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Request for Comments: Fixing Ruby, Python and Node.js packaging on Debian, Redhat and variants

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Request for Comments

Fixing Ruby, Python and Node.js packaging on Debian, Redhat and variants.

Canonical URL: http://bit.ly/wtfpackages

It's unfixable.

You shouldn't be using distribution provided packages for your primary language runtime.

For you, it's your application platform, and you're the one who knows exactly which version best suits your needs. For others, it's the interpreter for another distribution-provided tool that they quite like using, such as chef or puppet. New (and stable) functionality that you wish to use happens to be saddled with changed APIs, fixed bugs and deprecated methods, all which might break those distribution-provided tools.

There is no happy middle-ground between your use case and theirs; every compromise is a poor one.

So, let's talk about an alternative:

A centralised resource

Community packages are scattered around the internet and are of varying levels of quality. One location, n versions, n languages, n distributions. Every package provided will follow the same rules (outlined below) and thus be somewhat predictable.

Use distribution tools

Community packages rarely have distribution-level support for pulling in updates. Integrate with apt & yum. Packages should be versioned/managed such that automatic system updates pull in security / bug fixes, but not entirely new versions.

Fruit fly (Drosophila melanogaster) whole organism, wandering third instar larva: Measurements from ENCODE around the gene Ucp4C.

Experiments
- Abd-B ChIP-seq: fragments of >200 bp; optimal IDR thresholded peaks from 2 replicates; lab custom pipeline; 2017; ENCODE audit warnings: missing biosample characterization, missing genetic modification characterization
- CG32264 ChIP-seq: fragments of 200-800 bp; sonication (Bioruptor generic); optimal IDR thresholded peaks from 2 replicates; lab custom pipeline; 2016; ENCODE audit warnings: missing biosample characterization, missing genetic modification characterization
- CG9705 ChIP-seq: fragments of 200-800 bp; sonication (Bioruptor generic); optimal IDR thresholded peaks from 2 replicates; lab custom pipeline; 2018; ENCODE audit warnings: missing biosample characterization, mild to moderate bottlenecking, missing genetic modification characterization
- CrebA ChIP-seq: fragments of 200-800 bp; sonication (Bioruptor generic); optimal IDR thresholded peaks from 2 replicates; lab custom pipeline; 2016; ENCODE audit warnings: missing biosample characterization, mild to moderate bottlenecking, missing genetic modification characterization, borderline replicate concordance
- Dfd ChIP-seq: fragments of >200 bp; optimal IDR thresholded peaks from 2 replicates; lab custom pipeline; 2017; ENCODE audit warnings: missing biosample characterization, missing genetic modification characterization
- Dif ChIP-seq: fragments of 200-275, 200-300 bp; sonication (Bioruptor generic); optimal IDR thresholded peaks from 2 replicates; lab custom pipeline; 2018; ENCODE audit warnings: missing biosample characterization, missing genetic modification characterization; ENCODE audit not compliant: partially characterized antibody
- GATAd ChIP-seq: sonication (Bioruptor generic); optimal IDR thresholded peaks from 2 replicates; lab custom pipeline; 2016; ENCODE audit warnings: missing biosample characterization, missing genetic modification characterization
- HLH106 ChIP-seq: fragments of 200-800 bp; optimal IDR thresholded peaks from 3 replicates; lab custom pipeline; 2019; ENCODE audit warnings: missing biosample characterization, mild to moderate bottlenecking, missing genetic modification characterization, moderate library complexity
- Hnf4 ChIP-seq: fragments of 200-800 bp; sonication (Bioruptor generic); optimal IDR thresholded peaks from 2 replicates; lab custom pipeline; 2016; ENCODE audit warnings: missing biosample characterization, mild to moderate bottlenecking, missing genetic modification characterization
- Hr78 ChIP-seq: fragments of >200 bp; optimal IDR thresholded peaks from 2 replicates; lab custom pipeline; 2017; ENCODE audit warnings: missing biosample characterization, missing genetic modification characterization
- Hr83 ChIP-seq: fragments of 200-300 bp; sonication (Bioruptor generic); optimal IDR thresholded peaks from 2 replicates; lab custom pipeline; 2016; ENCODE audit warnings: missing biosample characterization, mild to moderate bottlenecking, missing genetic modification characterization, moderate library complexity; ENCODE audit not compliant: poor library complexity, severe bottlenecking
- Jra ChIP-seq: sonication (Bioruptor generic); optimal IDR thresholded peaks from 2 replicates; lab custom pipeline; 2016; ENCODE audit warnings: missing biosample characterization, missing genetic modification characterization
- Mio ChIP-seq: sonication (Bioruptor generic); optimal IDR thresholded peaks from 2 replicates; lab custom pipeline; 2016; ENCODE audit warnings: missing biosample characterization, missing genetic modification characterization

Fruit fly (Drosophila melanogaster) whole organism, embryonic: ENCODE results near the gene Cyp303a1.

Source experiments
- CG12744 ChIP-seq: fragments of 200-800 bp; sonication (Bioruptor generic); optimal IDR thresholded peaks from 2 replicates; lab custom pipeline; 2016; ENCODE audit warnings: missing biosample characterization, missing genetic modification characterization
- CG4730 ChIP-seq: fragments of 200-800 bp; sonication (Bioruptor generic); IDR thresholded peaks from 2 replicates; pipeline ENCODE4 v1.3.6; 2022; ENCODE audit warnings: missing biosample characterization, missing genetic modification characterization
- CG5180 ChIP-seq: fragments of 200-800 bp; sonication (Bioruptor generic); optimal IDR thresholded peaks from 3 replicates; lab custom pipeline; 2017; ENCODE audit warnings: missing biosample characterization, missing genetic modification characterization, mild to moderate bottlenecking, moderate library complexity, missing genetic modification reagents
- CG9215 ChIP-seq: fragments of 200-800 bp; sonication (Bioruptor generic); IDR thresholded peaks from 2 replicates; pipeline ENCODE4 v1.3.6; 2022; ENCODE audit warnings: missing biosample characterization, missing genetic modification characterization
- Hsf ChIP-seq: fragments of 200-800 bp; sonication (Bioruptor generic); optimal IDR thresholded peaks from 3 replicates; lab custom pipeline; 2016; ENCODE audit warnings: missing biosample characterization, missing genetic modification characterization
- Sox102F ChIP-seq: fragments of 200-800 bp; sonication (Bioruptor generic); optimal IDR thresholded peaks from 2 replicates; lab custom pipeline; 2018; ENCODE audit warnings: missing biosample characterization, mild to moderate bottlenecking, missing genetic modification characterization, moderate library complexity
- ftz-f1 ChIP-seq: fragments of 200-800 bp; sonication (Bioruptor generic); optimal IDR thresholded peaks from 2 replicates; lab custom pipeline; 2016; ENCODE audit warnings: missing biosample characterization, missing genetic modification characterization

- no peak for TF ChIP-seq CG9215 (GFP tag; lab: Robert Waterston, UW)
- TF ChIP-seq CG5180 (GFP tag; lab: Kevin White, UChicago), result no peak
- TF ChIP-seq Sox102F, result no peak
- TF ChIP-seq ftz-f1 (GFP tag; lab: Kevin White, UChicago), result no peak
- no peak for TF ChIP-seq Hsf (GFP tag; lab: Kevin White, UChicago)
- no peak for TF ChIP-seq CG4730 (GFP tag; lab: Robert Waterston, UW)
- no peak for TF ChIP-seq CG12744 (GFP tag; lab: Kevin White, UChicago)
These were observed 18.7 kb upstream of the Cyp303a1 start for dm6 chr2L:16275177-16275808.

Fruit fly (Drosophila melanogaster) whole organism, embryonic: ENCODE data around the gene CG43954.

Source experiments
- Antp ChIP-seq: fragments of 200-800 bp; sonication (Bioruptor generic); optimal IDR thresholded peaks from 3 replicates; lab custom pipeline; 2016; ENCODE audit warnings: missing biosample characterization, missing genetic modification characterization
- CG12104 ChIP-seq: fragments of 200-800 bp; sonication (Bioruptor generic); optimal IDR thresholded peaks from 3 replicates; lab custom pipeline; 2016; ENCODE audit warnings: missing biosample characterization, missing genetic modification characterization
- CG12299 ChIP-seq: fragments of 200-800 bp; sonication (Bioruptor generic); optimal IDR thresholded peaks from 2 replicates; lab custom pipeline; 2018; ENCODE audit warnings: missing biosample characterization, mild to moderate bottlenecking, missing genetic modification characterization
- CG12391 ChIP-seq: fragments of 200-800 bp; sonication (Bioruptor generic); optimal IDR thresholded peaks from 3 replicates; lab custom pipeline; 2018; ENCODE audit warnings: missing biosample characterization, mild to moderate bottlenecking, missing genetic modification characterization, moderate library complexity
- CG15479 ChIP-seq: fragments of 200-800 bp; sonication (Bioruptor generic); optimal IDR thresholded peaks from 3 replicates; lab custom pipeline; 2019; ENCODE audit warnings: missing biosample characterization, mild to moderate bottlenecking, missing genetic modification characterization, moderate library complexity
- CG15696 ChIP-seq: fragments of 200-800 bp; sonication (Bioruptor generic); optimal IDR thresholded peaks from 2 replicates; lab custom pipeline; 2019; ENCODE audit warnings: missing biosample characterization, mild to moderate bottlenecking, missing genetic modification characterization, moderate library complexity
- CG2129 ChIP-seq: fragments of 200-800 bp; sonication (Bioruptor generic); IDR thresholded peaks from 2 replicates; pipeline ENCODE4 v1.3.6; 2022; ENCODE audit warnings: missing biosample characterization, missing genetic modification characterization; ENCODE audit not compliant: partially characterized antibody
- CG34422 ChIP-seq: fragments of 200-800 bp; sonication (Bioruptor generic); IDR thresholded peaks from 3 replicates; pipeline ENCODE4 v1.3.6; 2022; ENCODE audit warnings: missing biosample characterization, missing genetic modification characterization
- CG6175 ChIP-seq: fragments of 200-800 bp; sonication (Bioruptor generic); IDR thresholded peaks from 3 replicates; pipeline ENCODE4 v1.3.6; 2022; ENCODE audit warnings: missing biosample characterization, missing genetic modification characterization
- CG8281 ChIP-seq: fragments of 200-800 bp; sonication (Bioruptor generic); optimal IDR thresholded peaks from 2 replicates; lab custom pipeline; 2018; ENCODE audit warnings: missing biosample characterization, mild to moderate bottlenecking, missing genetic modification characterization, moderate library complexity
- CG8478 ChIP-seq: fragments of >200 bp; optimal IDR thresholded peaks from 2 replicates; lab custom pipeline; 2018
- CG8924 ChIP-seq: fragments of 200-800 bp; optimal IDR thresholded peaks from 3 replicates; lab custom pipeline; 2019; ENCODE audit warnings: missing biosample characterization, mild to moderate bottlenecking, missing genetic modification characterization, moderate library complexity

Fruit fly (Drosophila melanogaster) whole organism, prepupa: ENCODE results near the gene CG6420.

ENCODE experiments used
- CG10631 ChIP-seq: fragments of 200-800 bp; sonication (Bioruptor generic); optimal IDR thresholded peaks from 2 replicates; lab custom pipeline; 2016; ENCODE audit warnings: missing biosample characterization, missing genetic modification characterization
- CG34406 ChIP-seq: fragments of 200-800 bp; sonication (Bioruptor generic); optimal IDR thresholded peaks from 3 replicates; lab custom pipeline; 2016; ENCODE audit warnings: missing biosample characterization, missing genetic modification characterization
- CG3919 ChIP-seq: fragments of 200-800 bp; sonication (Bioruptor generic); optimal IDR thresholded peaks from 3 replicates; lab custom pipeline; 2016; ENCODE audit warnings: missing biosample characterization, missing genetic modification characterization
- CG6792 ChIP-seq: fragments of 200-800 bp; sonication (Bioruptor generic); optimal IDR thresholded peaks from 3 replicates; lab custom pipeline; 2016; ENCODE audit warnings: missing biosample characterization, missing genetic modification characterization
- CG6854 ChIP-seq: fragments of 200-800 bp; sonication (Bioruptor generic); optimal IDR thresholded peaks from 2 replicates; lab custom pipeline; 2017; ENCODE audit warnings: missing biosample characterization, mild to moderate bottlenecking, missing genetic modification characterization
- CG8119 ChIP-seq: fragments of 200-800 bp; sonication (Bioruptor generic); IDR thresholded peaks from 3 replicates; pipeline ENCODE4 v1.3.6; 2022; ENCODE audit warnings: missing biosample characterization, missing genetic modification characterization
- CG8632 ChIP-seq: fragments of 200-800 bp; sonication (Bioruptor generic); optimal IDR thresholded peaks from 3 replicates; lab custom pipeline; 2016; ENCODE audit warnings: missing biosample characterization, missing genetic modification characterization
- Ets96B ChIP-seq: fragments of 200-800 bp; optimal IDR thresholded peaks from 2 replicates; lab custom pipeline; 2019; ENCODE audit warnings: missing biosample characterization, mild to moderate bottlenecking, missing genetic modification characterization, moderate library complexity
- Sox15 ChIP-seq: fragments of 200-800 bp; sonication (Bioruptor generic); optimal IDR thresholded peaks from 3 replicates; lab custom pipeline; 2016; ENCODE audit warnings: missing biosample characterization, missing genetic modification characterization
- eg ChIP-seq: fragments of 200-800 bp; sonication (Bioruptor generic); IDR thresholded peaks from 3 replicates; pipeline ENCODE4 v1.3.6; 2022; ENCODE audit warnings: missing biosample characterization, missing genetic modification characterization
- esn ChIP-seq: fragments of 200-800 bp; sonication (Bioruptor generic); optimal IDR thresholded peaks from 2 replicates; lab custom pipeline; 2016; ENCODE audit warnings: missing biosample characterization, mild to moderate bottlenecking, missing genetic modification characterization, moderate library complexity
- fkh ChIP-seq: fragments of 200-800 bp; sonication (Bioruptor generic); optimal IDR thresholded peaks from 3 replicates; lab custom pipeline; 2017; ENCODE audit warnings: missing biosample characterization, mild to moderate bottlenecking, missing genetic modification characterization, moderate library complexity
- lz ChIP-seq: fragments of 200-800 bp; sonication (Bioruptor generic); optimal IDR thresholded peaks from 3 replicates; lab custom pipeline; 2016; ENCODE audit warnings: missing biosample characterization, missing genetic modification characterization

Don't conflict with system packages

Community packages often replace the distribution-provided interpreter. This causes problems with dependencies and system toolsets. Use RVM (or rbenv) and virtualenv to ensure that system Ruby & Python don't conflict with the community-provided packages.

Don't usurp the language's packager

Pre-packaging every Ruby, Python and node.js library (as distributions try to) isn't useful when you're already attaching those libraries to your application with language-specific methods.

Or, I'd rather use rubygems and bundler than dpkg to manage my application's dependencies.

Test driven

Community packages age, or only work with specific distribution versions, or only work when a certain library (not listed in the dependencies) is installed. Each package's post-install script will confirm the basic behaviour of the package. Virtual machines will be used to automatically and continually install & test packages.

Community-driven

Use the successful homebrew + github model to manage community package contributions.

while i like the idea of a .deb or .rpm to set up a more flexible ruby environment, perhaps even with a default 'system' ruby under the same package, i think the problem is going to be more along the lines of 'dependent' packages.

and in that regard, the seemingly haphazard approach to both ruby api and gem target environments probably pushes it out into the 'not yet' realm.

so a known ruby runtime ( and distro-provided packaged gems ) is really the only viable way of distributing any ruby application, which is quite a different target to a primary development environment.

which, of course, sucks, but it really does point to the ruby community and suggest 'governance' might be something they'd like to ask google about...